Could a future Apple Watch battery move to give the wearer haptic feedback?

Person wearing silver Apple Watch

It’s clear that Apple has an eye on potentially making the battery in its Apple Watch move, as a means of giving the wearer of the device haptic feedback.

This much is indicated by a patent that has now been granted to Apple, entitled “Portable electronic device having a haptic device with a moving battery element”.

It is well-known that Apple has long been striving to find ways to reduce the Apple Watch’s thickness. On this occasion, it is doing so by investigating whether it could remove the need for a separate Taptic engine – which, after all, takes up crucial space in the device.

In the case of this most recent patent, Apple is trying to determine whether – instead of having to include a standalone Taptic engine – it could make the battery effectively do ‘double duty’ as a source of haptic feedback.

The patent application states: “Traditionally, electronic devices include one or more buttons or electromechanical switches for providing input. Some devices include a touch sensor or touch screen for receiving input. However, touch sensors generally lack the mechanical feedback to alert the user that an input has been registered.”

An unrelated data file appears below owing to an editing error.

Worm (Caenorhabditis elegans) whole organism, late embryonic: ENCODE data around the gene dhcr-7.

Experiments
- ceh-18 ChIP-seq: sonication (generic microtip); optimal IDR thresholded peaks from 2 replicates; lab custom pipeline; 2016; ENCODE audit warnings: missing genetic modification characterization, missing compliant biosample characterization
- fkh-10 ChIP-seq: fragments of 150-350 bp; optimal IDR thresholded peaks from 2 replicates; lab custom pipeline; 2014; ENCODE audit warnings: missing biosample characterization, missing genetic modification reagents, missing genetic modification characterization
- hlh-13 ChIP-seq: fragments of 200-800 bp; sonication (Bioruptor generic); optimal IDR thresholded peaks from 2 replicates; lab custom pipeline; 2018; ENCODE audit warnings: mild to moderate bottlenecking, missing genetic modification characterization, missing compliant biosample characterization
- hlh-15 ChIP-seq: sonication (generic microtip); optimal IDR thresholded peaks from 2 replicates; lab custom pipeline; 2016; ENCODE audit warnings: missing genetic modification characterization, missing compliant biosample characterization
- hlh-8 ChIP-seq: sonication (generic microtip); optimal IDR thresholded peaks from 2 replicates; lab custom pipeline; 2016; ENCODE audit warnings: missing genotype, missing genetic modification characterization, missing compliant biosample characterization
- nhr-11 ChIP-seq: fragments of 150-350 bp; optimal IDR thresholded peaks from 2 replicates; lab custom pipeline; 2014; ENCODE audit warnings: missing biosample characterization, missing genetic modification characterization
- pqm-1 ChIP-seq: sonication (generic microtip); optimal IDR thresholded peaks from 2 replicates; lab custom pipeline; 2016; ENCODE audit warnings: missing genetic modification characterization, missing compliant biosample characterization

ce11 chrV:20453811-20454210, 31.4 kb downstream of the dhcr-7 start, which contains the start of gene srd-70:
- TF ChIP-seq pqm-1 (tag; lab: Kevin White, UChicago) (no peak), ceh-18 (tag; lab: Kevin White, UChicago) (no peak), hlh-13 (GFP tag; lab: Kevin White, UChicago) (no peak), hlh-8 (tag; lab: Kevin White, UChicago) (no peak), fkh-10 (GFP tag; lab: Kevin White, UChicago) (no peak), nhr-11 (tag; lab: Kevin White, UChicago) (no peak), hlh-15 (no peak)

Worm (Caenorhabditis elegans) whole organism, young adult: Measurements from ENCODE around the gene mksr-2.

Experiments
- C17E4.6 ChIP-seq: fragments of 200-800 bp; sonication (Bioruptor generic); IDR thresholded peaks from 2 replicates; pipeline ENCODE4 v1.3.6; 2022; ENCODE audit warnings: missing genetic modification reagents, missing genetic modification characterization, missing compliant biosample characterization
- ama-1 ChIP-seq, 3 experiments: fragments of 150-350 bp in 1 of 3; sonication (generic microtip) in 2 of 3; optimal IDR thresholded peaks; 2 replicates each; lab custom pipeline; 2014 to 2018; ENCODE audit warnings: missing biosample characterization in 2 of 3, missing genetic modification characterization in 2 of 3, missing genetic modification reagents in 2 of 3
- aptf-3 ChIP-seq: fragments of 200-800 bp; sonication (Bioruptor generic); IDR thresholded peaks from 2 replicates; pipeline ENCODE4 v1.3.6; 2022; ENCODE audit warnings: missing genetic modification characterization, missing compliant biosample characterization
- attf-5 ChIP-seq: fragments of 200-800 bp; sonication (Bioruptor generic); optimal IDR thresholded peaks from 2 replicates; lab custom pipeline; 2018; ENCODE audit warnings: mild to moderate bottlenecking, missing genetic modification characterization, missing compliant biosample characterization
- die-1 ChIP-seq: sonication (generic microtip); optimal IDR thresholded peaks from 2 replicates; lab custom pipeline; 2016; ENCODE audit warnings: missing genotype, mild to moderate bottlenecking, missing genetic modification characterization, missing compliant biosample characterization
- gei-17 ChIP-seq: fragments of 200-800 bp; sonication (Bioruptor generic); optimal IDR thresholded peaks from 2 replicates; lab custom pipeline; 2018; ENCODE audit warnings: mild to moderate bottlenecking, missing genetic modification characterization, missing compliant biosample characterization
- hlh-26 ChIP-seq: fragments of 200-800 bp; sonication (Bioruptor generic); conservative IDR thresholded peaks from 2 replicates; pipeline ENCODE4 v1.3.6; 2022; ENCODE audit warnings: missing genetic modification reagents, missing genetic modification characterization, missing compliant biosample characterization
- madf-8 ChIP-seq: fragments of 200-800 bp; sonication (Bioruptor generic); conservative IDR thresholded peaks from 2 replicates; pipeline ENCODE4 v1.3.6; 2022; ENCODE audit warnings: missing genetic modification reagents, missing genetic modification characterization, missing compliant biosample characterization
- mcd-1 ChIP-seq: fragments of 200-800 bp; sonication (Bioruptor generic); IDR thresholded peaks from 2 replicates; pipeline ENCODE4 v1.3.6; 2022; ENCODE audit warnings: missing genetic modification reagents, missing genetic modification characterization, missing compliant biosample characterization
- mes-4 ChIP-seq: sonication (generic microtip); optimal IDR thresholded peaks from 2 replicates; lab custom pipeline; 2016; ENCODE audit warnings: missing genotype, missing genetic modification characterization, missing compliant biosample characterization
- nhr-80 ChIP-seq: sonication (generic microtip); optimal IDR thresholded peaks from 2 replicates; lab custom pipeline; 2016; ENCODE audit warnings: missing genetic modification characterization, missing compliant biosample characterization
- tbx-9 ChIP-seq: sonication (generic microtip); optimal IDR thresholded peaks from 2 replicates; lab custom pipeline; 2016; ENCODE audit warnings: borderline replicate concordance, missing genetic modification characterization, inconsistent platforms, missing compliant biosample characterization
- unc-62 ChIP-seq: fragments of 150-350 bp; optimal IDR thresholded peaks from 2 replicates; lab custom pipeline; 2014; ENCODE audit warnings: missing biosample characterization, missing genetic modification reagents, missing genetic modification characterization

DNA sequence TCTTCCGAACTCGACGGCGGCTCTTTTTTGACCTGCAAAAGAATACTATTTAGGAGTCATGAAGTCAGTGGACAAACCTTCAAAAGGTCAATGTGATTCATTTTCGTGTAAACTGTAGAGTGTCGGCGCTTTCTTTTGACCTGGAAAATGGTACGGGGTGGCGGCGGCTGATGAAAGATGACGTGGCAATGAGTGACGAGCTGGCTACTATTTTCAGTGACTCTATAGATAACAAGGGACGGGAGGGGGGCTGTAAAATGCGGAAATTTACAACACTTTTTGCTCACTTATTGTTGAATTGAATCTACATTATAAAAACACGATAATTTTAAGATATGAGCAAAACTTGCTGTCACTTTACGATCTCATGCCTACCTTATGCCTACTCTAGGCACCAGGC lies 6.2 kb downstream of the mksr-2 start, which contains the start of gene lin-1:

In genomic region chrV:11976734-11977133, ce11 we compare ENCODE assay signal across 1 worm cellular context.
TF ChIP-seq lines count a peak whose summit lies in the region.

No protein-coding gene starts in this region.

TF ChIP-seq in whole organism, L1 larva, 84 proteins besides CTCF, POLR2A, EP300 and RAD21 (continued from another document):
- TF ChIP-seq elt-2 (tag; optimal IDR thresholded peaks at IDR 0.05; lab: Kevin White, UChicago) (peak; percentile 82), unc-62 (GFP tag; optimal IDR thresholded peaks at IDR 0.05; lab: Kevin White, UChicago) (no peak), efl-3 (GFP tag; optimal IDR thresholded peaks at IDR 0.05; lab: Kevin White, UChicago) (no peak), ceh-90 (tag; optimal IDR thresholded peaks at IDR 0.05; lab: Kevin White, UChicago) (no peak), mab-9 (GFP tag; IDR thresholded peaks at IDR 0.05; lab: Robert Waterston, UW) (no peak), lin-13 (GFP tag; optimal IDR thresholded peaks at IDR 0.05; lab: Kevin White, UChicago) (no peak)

The application added that the descriptions included “are directed to a haptic device that moves a battery element in order to produce a tactilely perceptible pulse or vibration along an exterior surface of the device.”

Presumably, if Apple did manage to remove the need for a separate Taptic engine through this solution, the space freed up could be used for other purposes. Sure enough, Apple points out in the patent application that presently, the battery element in the Watch “may be smaller than would be possible if the haptic device was not included, decreasing possible battery life.”

The patent application largely focuses on the physics of what would need to be done to the battery, and how great the battery movement would have to be in order for it to be effective.

Or as the document puts it: “The smaller the mass of the haptic device, the further that the haptic device may need to move the mass in order to produce the same haptic output. For example, a first mass half as large as a second mass may move twice as far in order to generate the same magnitude of haptic output.”

Six inventors are credited as having worked on the patent, including Erik G. de Jong, who previously worked on a patent looking into ways to utilize Apple Watch bands to provide concealed batteries.

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